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Protocol that lets Nepal access 7 Chinese ports for 3rd country trade to come into effect from February

The transit protocol allows Nepal access to seven Chinese sea and land ports for third-country trade. So far, all of Nepal's third-country trade takes place via India.

Published: 02nd January 2020 12:51 PM  |   Last Updated: 02nd January 2020 12:51 PM   |  A+A-

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For representational purposes (File Photo |KPCL official website)

By IANS

KATHMANDU: Ten months after signing the Protocol on Implementing the Agreement on Transit and Transportation between Nepal and China, Beijing has officially notified Kathmandu that it has completed all domestic legal procedures which means that it would come into effect from February 1, it was reported.

Nepal and China signed the transit protocol in Beijing on April 29, 2019 during the visit of President Bidya Devi Bhandari, The Kathmandu Post said in a report on Wednesday.

The transit protocol allows Nepal access to seven Chinese sea and land ports for third-country trade. So far, all of Nepal's third-country trade takes place via India.

After completing all domestic procedures, Nepal, on August 9, had notified China and had been waiting for a notification from Beijing.

Informed officials said on Wednesday that China notified the Nepali Embassy in Beijing on December 25.

The embassy then forwarded the notification to Kathmandu and acknowledged the same to the Chinese Foreign Ministry on Tuesday, said officials.

"Now the deck is clear for Nepali businesspersons to conduct third-country trade via China," The Kathmandu Post quoted Navaraj Dhakal, joint-secretary at the Ministry of Industry and Commerce, as saying, adding: "But there are challenges ahead."

There were major concerns about infrastructure on the Nepali side, the lack of a trained workforce, and also a language barrier.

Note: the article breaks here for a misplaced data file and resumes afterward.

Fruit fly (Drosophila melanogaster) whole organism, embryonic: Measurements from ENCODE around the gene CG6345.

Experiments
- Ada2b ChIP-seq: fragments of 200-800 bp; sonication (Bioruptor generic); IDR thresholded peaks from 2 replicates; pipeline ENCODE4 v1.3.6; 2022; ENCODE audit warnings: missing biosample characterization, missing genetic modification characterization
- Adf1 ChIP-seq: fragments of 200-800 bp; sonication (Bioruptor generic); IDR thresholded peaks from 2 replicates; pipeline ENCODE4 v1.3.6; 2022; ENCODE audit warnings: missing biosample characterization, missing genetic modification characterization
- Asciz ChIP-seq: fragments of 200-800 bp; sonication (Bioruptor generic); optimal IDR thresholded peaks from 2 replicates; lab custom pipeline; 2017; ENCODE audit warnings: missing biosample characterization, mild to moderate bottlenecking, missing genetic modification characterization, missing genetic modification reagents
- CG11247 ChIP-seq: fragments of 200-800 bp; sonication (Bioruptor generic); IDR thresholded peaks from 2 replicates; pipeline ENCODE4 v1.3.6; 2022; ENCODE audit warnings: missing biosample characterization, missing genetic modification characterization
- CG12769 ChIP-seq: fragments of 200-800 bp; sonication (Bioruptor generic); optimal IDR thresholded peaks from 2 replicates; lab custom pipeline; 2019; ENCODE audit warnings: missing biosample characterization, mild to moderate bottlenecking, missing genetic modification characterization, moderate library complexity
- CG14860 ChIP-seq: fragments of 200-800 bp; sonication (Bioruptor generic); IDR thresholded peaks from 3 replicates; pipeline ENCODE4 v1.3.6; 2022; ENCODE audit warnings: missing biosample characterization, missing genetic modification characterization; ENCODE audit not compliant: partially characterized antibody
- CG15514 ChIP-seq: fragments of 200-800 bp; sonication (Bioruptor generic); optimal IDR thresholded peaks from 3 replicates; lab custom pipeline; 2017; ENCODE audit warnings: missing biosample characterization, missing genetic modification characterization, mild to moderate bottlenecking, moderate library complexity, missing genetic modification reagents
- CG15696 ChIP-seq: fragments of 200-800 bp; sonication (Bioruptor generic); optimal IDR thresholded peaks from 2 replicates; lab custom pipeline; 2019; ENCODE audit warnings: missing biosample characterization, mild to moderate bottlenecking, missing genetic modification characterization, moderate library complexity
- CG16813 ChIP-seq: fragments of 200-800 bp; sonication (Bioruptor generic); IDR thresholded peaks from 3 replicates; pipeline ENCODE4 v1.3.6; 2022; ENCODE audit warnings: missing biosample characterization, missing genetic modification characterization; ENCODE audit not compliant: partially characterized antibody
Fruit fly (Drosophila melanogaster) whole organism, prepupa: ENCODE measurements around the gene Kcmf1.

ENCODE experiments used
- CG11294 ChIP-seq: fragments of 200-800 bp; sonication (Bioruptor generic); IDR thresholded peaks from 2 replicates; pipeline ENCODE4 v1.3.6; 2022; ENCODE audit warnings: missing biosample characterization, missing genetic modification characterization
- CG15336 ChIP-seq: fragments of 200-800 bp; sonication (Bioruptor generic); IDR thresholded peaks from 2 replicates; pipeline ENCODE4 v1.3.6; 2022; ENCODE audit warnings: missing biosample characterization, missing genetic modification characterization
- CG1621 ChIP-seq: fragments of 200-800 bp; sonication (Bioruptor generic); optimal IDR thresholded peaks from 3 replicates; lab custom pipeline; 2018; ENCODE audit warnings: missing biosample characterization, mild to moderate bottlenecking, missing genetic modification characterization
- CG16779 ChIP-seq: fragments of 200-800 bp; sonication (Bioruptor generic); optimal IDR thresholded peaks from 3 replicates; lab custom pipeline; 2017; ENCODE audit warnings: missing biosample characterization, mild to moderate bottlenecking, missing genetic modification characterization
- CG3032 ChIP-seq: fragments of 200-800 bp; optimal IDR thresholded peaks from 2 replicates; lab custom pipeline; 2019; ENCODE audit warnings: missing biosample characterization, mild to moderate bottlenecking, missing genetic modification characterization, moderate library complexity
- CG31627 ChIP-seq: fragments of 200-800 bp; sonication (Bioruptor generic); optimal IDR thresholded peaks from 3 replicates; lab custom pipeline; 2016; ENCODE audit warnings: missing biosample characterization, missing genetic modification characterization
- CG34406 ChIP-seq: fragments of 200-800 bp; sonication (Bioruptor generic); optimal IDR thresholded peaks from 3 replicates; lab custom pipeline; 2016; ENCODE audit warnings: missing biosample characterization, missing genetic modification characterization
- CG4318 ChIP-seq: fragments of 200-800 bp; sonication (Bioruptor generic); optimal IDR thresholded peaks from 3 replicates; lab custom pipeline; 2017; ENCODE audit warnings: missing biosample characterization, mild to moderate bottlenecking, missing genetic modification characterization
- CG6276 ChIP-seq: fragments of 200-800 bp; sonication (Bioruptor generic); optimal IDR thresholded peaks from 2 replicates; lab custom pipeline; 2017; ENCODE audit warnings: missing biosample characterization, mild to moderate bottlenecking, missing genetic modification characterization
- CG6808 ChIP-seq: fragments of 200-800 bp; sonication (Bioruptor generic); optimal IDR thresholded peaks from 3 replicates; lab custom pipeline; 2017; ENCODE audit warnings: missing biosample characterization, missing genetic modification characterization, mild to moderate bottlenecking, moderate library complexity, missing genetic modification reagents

"We do not know how much time it will take for businesses to start importing goods from the nearest Chinese seaports," said Dhakal. "We also do not know the cost of consignments from Chinese seaports to Nepal."

The nearest Chinese seaport is Tianjin, which is 4,000 km from the Nepal border -- four times the distance between Birgunj and Kolkata in India.

According to Prakash Karki, president of Nepal Freight Forwarders Association, language could pose as a major issue while dealing with the Chinese.

"We are habituated to importing goods via India, where the language is not a problem," Karki told The Kathmandu Post. "But since we have never imported goods from China, we don't exactly know what the advantages or disadvantages will be."

Nepal only started looking to China for the possibility of third-country trade after the Indian border blockade of 2015.

During his visit to Beijing in 2016, Prime Minister K.P. Sharma Oli signed the Transit and Transportation Agreement aiming to break Nepal's complete dependence on India for third-country trade.

But it took almost three years to sign the protocol for the agreement.



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